Originally posted on 4/23/2013
In our continuing series on alliances between large multinational companies and smaller entities (SMBs and start-ups), we examine an issue that surprisingly didn’t make it into the cover story of our forthcoming Q2 2013 issue of Strategic Alliance Magazine on the same topic. When we originally set out in pursuit of this article on so-called “David-Goliath” alliances, we postulated based on informal conversations with members that a big part of managing this type of alliance would be to help SMBs, biotechs, and start-ups deal with both alliance governance processes as well as the inherent bureaucracy that comes with large company operations.
As part of this issue we examined whether the bigger organization would find itself having to quell the practice of “decision shopping” by its smaller partner—circumventing the alliance governance structure and chain of command when the larger organization’s primary contacts are not giving you the answer you want, and getting a “go” signal from an executive at another branch, division, regional unit, or other part of the multi-armed multinational. The smaller organization can in theory say it got necessary approvals to proceed on a course, even if that decision really was never sanctioned by the big company’s alliance constituents.
According to the people we spoke with, this practice is generally the exception, not the rule. Most of the time, those bypassing the alliance communications channels are not necessarily ill intentioned, according to ASAP New England chapter president Frank Curran, director of business development and alliances at SUSE.
“Some people go around for honest reasons where they know somebody [at the big company] and they think that that can help. It frustrates and actually causes chaos because it hurts your peer’s stature because someone else above [at the large company] is going to question him,” he said.
Rob Wills, vice president of alliance management at Janssen Pharmaceutical Companies of Johnson & Johnson, said biotechs and other smaller pharma companies are very good about utilizing the governance structure properly. He outlined a rare exception—when “this no-yes is the death of the program,” which is covered in the Q2 2013 cover story. He also added that Janssen has had experiences when the smaller partner has sidestepped the larger company entirely, not just its governance structure.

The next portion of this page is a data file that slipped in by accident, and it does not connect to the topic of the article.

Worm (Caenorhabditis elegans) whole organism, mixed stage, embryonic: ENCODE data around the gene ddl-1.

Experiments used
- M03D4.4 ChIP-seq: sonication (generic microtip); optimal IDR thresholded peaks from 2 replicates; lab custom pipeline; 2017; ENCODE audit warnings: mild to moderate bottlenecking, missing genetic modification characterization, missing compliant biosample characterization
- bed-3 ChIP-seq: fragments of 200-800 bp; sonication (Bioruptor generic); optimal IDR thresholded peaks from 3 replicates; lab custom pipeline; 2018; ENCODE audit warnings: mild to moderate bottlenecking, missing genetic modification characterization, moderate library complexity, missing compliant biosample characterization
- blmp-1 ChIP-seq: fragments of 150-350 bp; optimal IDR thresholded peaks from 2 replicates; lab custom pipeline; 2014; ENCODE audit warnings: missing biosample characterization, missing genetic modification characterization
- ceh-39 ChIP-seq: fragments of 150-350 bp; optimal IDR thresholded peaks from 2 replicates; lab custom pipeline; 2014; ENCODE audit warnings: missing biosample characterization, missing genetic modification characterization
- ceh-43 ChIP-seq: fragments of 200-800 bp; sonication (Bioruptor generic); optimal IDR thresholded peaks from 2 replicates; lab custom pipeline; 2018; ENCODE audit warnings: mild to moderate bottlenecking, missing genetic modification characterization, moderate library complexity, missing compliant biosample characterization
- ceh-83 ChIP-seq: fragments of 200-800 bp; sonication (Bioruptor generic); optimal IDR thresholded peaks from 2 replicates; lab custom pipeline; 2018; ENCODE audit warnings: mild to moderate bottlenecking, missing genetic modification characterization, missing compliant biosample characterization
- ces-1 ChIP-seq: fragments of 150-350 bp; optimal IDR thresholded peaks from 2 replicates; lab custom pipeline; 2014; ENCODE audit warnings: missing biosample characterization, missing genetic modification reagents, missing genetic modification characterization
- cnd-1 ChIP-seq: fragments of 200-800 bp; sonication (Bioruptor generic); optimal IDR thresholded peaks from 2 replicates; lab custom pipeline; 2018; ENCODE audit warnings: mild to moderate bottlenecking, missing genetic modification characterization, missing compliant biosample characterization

“What we have had is they get impatient and they make a decision without us, and then they ask for forgiveness,” he said.
Later in our conversation, Wills explained that the committees, which of course have smaller company representation, ultimately help resolve disagreements a large majority of the time. He acknowledged that there are occasional situations that grow so contentious that they cannot be settled using the formal governance measures, but he said these instances are “more rare than common.”
Wills also said that trust, open lines of communication, and rigorous education on the alliance governance and internal Janssen corporate processes go a long way in preventing snafus that might arise from a failure to properly navigate a large company, in general. Pannie Trifillis, Ph.D., CA-AM, director of alliance management at PTC Therapeutics, agreed.
“Even though we are a small company, we understand and embrace the need to have governance committees and processes. We expect our partners to be transparent about these processes and to help us navigate the system within their organization,” she said.
Curran certainly understands how employees at start-ups might get tripped up trying to make sense of the many tentacles of a global company. In a previous life he orchestrated alliances on behalf of a few start-ups. If nothing else, the speed of decision making alone might frustrate the smaller company alliance counterparts.
“When I was in a startup or emerging tech, we went into a room and made a decision—the CEO was there. [At large companies], CEOs and vice presidents are traveling around the world, and the stakeholders for each initiative are often dispersed,” he said. “You have to bring more people into the conversation often from many geographies and product groups.”
Besides, added Curran, getting the most senior people at a large organization isn’t necessarily going to help the immediate cause since alliance initiatives with smaller organizations are rarely big enough to warrant their attention.
“[My smaller company counterpart might say] ‘Why can’t you get something done? So-and-so is on vacation. Can’t you go higher?’ No. Even if I went to the vice president, he’s going to say, “Go work with the marketing manager,’” said Curran.
Corporate and alliance governance might create seemingly extra hurdles, but without it these multinational/SMB alliances would ultimately get tripped up.
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